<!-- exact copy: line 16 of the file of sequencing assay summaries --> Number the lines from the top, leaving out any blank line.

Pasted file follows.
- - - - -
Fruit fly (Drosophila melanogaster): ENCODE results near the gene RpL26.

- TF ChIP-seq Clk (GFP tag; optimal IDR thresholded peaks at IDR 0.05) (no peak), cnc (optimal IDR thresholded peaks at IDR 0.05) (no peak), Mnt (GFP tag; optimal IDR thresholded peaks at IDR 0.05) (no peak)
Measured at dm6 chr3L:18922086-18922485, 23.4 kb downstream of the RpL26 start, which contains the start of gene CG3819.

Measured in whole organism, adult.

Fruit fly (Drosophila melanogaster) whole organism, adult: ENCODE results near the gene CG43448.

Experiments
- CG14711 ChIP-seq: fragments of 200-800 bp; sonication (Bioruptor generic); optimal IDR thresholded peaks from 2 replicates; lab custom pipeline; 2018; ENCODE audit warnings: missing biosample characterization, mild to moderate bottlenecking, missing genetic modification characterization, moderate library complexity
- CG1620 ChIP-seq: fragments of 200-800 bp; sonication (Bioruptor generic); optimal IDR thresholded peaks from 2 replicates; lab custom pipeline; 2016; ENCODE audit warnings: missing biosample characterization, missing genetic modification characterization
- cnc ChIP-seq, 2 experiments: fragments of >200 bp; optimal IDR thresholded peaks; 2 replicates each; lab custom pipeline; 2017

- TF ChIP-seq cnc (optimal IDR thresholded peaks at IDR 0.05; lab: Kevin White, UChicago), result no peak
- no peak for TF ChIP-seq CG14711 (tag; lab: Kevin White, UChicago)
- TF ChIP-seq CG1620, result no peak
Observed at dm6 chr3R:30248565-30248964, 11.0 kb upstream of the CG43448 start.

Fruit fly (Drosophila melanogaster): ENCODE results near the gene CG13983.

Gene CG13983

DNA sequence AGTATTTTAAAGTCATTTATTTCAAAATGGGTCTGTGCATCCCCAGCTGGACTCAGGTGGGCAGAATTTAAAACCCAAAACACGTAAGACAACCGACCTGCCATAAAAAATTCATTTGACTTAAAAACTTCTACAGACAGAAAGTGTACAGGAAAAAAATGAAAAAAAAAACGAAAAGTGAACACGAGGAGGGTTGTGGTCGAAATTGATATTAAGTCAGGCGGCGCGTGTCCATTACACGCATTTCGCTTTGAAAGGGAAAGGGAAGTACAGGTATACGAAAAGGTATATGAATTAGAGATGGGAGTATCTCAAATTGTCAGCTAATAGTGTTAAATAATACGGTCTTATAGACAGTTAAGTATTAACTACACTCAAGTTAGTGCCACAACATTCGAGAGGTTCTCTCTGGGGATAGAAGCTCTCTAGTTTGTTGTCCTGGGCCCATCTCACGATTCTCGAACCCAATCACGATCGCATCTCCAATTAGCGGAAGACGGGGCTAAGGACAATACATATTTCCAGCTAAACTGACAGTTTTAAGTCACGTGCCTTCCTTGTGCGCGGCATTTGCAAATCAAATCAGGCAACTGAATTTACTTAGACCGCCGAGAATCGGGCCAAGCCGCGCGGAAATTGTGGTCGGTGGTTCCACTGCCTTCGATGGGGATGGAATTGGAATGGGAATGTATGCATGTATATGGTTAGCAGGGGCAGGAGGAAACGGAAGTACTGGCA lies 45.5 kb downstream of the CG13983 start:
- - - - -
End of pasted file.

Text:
DNA sequence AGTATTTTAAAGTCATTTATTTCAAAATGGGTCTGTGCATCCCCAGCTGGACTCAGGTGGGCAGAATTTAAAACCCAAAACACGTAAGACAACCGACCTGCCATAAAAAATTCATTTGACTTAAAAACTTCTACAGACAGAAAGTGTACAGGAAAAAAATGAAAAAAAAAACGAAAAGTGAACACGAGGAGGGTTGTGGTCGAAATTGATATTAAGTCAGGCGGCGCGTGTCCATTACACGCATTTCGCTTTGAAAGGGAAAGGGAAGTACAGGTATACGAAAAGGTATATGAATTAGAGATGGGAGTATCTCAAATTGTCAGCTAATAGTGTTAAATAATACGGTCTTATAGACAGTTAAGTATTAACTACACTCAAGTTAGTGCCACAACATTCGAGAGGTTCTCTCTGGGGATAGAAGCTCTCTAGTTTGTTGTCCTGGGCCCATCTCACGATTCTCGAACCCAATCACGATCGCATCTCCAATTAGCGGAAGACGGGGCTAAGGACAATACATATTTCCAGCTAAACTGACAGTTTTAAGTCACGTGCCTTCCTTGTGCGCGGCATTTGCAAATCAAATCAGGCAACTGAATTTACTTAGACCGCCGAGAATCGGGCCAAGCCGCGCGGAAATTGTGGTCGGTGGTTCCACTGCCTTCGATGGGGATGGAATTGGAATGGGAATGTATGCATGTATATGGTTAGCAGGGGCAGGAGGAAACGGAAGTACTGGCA lies 45.5 kb downstream of the CG13983 start: